NASA’s Landsat 8 satellite spotted a glistening diamond-shaped ice jewel while orbiting above the cold, 600-mile northern region of the Caspian Sea — the world's largest inland body of water — stretching from Kazakhstan to Iran. The image of Ice Diamond was captured on February 4 by NASA's Operational Land Imager (OLI), a high-tech camera attached to the satellite.
IFL Science reported that the Ice Diamond likely had been chipped off from the larger sea ice and then became grounded to the seabed. Northern areas are more prone to freezing in wintertime than southern parts. NASA noted that the wind is pushing thinner darker pieces of ice called "nilas" around the diamond, leaving a shadow of open water where currents can move around it.
According to NASA's Earth Observatory, which published the image, the northern part of the Caspian Sea is less saline and shallower than the southern part. Lower temperatures and higher latitudes make it more prone to freezing than the southern areas.
NASA noted to Daily Mail that the ice captured in the images from OLI in February is all known as first-year ice and will not make it through the summer. The images from warmer months often reveal a series of "scour marks" left behind on the seafloor by the jagged edges of the grounded ice that stuck around all winter.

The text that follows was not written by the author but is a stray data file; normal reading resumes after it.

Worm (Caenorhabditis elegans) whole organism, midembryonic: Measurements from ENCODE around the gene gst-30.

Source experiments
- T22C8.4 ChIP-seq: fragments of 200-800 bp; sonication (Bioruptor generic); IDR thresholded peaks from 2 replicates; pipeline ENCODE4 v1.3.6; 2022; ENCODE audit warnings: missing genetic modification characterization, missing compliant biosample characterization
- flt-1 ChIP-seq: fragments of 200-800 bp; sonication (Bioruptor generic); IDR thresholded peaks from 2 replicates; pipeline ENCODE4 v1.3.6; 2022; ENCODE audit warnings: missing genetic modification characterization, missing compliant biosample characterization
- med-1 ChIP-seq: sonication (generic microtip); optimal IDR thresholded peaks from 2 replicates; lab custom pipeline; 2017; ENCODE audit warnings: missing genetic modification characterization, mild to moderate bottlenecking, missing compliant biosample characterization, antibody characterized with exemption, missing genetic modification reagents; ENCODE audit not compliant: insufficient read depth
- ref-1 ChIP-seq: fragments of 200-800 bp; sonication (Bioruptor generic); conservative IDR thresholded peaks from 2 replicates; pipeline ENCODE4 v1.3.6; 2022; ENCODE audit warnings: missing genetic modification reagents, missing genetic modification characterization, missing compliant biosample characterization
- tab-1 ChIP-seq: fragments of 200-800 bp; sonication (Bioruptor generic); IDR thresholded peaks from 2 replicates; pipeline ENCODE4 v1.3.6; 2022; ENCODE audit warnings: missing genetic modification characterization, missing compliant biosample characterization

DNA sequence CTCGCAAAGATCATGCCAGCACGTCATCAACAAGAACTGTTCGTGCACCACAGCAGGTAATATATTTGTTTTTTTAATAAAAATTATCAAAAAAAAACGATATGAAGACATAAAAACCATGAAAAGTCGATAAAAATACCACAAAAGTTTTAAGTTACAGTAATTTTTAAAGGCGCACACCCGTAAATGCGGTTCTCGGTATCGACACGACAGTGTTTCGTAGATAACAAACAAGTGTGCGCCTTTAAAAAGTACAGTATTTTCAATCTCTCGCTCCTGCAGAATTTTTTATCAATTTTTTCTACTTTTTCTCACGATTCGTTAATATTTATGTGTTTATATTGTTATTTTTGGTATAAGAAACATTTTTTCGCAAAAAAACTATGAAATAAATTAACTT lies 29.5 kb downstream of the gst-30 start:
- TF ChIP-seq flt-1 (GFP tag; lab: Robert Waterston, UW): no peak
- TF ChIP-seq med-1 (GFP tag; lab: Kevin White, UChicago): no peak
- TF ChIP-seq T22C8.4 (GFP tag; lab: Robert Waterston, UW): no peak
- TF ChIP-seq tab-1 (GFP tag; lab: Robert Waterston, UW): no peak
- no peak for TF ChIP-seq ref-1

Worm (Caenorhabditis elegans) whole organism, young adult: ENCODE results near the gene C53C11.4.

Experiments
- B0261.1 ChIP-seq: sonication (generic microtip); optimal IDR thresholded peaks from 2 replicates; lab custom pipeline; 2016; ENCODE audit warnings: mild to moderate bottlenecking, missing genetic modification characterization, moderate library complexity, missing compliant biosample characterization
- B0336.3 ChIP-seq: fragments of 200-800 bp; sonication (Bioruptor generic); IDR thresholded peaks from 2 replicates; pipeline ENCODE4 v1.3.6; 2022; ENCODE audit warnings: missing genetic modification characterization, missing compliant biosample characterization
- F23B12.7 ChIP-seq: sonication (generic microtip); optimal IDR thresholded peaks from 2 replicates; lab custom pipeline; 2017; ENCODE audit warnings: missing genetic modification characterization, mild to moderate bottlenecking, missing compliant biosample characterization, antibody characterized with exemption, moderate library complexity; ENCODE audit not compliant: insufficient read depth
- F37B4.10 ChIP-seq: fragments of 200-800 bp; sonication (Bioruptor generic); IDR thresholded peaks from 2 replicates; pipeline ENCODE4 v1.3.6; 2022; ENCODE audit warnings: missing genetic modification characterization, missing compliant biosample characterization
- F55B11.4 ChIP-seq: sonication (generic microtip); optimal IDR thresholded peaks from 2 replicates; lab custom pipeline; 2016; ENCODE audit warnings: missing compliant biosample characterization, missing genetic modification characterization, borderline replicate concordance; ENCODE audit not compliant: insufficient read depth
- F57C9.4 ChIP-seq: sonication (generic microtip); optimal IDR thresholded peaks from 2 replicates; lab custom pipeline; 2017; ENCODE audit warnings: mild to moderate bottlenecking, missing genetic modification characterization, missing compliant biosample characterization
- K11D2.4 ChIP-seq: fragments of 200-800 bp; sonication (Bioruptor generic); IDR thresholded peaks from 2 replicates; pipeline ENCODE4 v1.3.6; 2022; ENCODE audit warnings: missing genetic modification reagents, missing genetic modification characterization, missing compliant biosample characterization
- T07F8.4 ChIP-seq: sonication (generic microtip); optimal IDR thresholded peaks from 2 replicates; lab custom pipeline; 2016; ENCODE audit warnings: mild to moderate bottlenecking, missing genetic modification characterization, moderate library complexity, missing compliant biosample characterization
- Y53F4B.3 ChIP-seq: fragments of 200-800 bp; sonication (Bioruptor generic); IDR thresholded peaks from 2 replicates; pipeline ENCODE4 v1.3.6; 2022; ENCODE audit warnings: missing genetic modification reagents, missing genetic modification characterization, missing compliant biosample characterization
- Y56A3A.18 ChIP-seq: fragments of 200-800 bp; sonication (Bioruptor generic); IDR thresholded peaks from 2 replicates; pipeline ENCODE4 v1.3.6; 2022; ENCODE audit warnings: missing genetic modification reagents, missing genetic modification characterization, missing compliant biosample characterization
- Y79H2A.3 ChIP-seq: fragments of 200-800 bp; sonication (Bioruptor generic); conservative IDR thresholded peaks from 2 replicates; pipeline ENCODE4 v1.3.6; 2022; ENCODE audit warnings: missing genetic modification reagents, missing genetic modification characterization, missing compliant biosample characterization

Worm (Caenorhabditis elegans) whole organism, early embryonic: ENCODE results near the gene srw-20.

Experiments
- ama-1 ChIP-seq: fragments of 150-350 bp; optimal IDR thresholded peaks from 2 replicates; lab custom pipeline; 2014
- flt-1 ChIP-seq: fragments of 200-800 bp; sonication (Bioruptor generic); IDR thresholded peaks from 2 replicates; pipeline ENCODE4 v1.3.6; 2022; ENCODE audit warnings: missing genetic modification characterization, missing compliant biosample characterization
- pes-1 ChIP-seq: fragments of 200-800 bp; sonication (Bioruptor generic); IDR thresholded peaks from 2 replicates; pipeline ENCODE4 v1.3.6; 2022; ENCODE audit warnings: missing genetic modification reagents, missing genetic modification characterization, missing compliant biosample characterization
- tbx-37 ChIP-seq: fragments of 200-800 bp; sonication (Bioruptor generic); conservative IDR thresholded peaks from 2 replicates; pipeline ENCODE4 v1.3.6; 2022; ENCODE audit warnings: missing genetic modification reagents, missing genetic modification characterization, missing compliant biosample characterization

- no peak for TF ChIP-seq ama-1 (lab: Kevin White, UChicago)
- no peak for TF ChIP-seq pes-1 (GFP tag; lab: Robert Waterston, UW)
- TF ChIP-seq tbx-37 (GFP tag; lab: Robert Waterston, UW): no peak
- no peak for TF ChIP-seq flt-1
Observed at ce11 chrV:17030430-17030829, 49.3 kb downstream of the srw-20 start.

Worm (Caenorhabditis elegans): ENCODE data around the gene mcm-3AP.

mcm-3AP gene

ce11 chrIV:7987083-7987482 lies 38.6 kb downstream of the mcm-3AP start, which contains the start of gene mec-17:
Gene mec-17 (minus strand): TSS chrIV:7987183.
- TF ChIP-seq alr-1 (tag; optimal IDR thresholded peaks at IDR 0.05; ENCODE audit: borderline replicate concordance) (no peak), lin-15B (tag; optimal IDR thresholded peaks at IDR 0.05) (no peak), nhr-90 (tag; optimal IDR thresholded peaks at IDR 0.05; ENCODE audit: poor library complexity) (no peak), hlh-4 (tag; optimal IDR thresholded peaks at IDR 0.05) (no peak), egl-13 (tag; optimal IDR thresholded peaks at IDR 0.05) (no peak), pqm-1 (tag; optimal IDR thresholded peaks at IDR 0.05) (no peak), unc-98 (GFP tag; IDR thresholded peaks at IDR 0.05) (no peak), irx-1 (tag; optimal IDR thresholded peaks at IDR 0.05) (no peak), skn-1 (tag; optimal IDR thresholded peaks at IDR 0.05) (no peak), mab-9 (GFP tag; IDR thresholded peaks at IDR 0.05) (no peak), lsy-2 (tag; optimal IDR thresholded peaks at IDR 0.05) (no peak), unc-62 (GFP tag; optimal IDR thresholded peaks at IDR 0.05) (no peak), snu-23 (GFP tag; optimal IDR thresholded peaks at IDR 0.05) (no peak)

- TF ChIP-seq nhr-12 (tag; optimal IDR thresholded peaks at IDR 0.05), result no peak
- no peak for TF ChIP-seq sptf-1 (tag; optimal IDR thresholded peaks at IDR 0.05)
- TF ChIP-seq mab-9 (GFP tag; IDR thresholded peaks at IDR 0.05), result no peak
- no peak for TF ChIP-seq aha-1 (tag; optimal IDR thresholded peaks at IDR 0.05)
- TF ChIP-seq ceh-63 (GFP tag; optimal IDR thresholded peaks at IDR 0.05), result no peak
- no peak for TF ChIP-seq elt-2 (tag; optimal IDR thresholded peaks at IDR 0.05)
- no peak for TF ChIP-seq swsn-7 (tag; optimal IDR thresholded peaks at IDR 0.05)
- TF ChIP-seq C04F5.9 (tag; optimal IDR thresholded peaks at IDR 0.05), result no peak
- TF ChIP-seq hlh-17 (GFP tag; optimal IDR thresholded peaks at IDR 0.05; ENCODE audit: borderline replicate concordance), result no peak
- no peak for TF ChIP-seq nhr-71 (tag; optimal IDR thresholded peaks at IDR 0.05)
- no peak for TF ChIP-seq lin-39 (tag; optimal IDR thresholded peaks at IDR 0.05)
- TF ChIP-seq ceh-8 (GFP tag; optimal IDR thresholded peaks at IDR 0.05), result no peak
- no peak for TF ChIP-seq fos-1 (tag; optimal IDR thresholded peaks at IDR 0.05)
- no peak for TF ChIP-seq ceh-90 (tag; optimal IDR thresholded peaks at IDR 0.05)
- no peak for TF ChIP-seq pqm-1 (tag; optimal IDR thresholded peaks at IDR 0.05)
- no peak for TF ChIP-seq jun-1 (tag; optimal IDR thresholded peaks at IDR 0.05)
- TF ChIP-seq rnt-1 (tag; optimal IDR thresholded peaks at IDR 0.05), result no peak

“This ‘island’ of white ice is most probably a piece that detached from the ice field,” explained Alexei Kouraev, a scientist at the Laboratory of Geophysical and Oceanographic Studies in France who spoke to the NASA Earth Observatory. “With the advance of spring and rising temperatures, ice on the Caspian will soon disappear. All of the ice is first-year ice, meaning that it should not survive the summer.”
Next to the Ice Diamond “hummocking” can be seen — weak, thin ice formed over the sea and then broken up by currents, waves and wind. When the pieces pile up on top of each other and then get locked back into an ice floe, they form hummocks that extend down several meters.
NASA also released an image of the area with thermal data, noting that the image will turn more orange as the weather warms. The sparkling diamond-shaped ice jewel will then disappear back into the sea forever.
Credits: Images via NASA.